A lot of wealthy parents — and many not-so-wealthy parents — are struggling with the same question: Should they leave an inheritance for their children?
Whether you should or shouldn’t is a personal decision that reflects your family values, your financial situation and a host of other factors. Only you know the answers.
But it is worth noting that in survey after survey, it’s clear that when it comes to passing money and other assets down from one generation to the next, many parents and their children have conflicting ideas and expectations. That could spell trouble in the here and now or 20 years down the road.
Consider these survey points:
• One in four people ages 18 to 59 expects to receive an inheritance sometime in life, according to a survey released last month by the Interest.com website. These are not necessarily Bill Gates-size bequests either — the median amount was $50,000 to $100,000, according to the survey.
Also noteworthy, the respondents said they planned to use the money to turn their financial futures around by paying down debt or beefing up retirement funds.
• From the parents’ perspective, U.S. Trust reported that one in three of the wealthy baby boomers it surveyed last year intended to give their money to charity rather than leave it for their children.
Among parents’ reasons are a belief that each generation should earn its own wealth and a feeling that they have sacrificed plenty already for their children. Intensifying the inheritance challenge is that people are living longer, leaving parents to worry that health care costs will outstrip their savings.
I would add one more concern: Many parents are afraid their kids will embrace a life of luxury and blow the money.
Lynn Mayabb has seen cases of dashed dreams, conflicts and family angst. She works with a lot of wealthy families as a financial planner and director at BKD Wealth Advisors LLC in Kansas City.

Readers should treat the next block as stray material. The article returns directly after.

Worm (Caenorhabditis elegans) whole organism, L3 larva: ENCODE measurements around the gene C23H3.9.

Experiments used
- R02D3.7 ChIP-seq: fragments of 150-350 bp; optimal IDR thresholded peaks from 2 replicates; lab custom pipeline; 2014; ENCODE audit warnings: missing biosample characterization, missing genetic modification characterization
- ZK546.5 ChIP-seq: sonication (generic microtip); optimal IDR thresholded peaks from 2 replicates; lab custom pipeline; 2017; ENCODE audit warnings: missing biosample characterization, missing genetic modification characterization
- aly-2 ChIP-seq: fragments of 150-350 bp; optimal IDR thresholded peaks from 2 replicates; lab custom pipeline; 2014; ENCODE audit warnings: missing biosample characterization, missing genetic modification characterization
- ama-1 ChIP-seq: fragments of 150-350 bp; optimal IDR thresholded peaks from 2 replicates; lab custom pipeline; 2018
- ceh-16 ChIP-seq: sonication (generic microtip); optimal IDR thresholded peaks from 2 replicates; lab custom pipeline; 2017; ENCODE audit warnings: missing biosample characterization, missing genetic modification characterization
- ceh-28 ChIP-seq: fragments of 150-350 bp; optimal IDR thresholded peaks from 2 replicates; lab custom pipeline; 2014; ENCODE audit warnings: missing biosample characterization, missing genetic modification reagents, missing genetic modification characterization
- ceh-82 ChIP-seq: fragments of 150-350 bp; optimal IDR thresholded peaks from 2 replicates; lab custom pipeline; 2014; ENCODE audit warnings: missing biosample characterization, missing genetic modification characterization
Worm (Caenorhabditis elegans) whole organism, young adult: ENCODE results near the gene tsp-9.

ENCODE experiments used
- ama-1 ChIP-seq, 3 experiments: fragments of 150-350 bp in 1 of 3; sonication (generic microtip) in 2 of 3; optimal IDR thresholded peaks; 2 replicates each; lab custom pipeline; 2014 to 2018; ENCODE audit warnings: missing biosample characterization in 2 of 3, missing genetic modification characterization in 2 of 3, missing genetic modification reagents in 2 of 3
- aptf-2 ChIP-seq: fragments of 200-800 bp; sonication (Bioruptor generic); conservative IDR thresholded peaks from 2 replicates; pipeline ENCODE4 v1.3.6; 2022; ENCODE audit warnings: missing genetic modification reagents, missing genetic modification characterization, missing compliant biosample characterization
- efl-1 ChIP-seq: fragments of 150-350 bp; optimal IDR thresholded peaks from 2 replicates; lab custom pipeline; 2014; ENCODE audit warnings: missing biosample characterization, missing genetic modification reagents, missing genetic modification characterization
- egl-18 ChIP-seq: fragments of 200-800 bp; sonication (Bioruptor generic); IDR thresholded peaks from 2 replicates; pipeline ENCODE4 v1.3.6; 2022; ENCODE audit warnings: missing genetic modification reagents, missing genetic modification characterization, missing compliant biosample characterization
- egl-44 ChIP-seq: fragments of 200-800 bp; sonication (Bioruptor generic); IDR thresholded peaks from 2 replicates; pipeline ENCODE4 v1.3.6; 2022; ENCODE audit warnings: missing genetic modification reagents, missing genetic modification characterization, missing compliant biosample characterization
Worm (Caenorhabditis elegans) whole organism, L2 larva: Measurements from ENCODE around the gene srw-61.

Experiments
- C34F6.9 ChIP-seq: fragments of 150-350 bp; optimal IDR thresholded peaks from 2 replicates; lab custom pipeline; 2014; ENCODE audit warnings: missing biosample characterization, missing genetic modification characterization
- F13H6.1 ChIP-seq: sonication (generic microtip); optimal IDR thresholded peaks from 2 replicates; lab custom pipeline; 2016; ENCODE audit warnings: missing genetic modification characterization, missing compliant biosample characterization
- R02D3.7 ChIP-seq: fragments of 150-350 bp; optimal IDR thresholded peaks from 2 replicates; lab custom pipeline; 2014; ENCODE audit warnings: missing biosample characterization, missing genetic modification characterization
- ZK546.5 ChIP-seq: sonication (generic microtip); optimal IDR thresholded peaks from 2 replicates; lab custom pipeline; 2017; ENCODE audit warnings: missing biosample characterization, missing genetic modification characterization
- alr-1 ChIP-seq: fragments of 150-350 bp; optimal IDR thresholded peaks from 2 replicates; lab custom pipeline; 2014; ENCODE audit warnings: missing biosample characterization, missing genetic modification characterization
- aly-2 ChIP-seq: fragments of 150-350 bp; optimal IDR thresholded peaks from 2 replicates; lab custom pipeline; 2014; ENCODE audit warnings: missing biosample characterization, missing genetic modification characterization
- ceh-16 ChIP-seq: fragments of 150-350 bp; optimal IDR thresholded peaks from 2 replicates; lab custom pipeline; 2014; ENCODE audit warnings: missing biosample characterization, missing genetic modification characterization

To avoid family conflicts about inheritance, Mayabb urges parents to have early conversations with their children about the family nest egg. It should be part of a regular process of teaching kids their financial ABCs.
The goal should be for children to become financially independent, regardless of whether they will be getting a chunk of money from their mom and dad.
“Educate and communicate,” Mayabb said.
I have heard this often and have said it myself many times, but so many misunderstandings and conflicts about money are caused by a failure to even put the topic on the table.
Granted, inheritance can be touchy. Parents may be uncomfortable talking about money and the particulars in their will because they’re worried about disclosing too many details or disappointing a child. Children may be fearful of coming across as greedy.
Mayabb suggests framing inheritance discussions around family values about spending, saving and charitable giving. If you place a high value on education, for example, it may be time to tell your high schooler that you will cover the tab for four years of college and that will be his inheritance. Period.
Do you divulge every detail of your will and key financials? No, Mayabb said. But at the very least, provide some realistic expectations about whether you intend to leave the kids any money or other assets — even if you think it will be years from now.
“It’s a terrible mistake not to tell them about your wishes and expectations,” Mayabb said. “But if your children know the reasons why or why not, they are less likely to question it and argue about it.”